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October 29, 2008


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Millionaire Mommy Next Door

Oops, I think I put this comment in the wrong post. Let me try again.

I can so relate to this distraction phenomenon! So many choices, so much free time, so much indecision. But more than anything, I get caught up in "flow" activities, where the time whizzes by, and when I pause long enough to look at my watch, I'm astounded. That's when I sometimes wonder if I "should" have been doing something else...


I know I can get to stuck thinking on things, where some things seem to take on too much importance, especially when I'm home alone. If I notice this happening, I need to get myself out of the house.

As for the distraction factor, I suppose I am guilty but it doesn't really bother me. I still revel in the joy that I can do whatever I want. I'm sure this phase will pass at some point!


I find just the opposite.

At work there were so many competing demands and deadlines. So many things that were required of me that I had to multitask. I did everything just well enough to be acceptable so I could get on to the next task.

Now that I am retired life is much simpler. I choose what I want to do. I find that I don't multitask as much (I also don't get as much done). I can concentrate on one project or desire at a time. I have the time to do it well - or at least as good as I want to do it. Time and outside demands no longer force my hand.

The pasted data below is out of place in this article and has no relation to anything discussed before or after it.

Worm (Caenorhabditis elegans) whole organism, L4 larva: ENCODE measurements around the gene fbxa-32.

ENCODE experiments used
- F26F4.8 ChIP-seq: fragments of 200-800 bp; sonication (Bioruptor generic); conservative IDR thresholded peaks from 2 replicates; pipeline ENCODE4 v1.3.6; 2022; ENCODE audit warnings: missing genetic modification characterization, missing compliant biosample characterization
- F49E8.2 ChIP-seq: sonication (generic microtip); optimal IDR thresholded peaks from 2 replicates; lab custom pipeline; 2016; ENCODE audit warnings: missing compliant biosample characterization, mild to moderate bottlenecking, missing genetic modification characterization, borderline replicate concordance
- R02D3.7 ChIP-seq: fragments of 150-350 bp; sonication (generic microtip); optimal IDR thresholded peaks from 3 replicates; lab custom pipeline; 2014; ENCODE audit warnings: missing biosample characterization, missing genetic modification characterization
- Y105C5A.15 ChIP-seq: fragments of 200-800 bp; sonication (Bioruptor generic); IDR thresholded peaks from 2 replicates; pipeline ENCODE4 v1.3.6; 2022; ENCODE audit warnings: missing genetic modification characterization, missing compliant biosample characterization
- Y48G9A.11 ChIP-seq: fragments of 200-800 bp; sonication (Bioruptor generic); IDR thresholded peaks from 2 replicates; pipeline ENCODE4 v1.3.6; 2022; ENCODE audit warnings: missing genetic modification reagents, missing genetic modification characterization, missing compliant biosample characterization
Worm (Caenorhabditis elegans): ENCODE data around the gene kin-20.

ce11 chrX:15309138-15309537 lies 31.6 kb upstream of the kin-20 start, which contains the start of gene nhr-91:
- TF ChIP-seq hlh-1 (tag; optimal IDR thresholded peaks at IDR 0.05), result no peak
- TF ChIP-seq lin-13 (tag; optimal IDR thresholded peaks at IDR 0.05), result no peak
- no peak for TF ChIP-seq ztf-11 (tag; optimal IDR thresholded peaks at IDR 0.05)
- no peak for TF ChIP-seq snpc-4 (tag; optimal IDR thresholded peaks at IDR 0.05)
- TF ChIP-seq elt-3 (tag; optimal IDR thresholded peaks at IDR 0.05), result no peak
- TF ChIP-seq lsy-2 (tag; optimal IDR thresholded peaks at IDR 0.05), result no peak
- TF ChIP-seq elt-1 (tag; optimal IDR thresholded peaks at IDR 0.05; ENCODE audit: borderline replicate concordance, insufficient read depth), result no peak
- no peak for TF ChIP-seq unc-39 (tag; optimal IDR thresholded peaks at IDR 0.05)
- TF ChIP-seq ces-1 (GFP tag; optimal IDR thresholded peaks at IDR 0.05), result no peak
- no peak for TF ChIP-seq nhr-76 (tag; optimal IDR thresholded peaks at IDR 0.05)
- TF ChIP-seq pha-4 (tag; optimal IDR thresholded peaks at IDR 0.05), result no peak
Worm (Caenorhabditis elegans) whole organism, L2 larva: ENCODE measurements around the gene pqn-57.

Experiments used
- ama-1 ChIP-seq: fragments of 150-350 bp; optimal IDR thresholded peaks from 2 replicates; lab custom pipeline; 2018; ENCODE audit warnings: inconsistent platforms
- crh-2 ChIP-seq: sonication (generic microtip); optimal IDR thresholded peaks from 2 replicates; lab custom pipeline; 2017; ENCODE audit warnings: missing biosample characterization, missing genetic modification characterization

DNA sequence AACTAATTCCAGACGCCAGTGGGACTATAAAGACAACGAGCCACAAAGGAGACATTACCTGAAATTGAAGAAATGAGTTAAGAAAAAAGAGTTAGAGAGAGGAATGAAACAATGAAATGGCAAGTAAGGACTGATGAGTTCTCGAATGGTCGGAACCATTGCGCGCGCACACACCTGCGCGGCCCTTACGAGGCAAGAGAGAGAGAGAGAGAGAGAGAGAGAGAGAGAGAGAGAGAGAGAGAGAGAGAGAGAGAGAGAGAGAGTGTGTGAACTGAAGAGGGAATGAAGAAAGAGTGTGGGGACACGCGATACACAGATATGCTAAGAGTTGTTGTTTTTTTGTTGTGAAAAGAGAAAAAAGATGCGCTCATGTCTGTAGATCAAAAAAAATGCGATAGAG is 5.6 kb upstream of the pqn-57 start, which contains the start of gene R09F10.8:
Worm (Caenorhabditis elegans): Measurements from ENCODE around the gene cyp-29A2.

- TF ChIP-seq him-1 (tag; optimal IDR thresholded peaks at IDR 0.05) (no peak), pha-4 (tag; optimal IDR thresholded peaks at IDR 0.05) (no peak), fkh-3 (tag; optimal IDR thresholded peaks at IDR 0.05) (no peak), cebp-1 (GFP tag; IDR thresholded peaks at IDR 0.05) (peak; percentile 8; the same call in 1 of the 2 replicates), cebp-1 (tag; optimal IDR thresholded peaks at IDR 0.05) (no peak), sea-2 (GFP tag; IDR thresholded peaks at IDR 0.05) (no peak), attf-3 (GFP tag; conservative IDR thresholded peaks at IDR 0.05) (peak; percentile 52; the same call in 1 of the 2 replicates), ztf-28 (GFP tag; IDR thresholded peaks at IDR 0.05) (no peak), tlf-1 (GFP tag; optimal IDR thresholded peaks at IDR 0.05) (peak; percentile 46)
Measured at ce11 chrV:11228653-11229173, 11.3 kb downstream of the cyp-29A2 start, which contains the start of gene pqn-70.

Dear Sydney:

I can't believe you were able to spend eight hours a day thinking about things your boss wanted you to think about. I could never spend more than 30 minutes at a time thinking about work without frequent breaks, of say 2 or 3 hours, thinking about stuff that really should be thought about, like politics, where am I going on my lunch hour, what's on TV tonight, has the boss left for the day, etc. Also, frequent telephone calls had a way of reprogramming many hours of the day causing me to spend hours hunting for some catalog or for some drawing, or trying to remember who needed drafting help because I have just the person. This aimless wandering around the office, looking very focused and task-driven was a convincing act. The only difference now is that I have GUILT FREE aimless wandering. It can be the most satisfying use of discretionary time. Whole days can be spent in guilt-free-aimless-wandering. And, the best part, is that most of the time it leads to finding something to do that is really way more fun than anything you could have consciously thought about.

Signed RetiredSyd's Dad

Retired Syd

RetiredSyd's Dad: Well now I know the meditation won't work--it looks to be hereditary!

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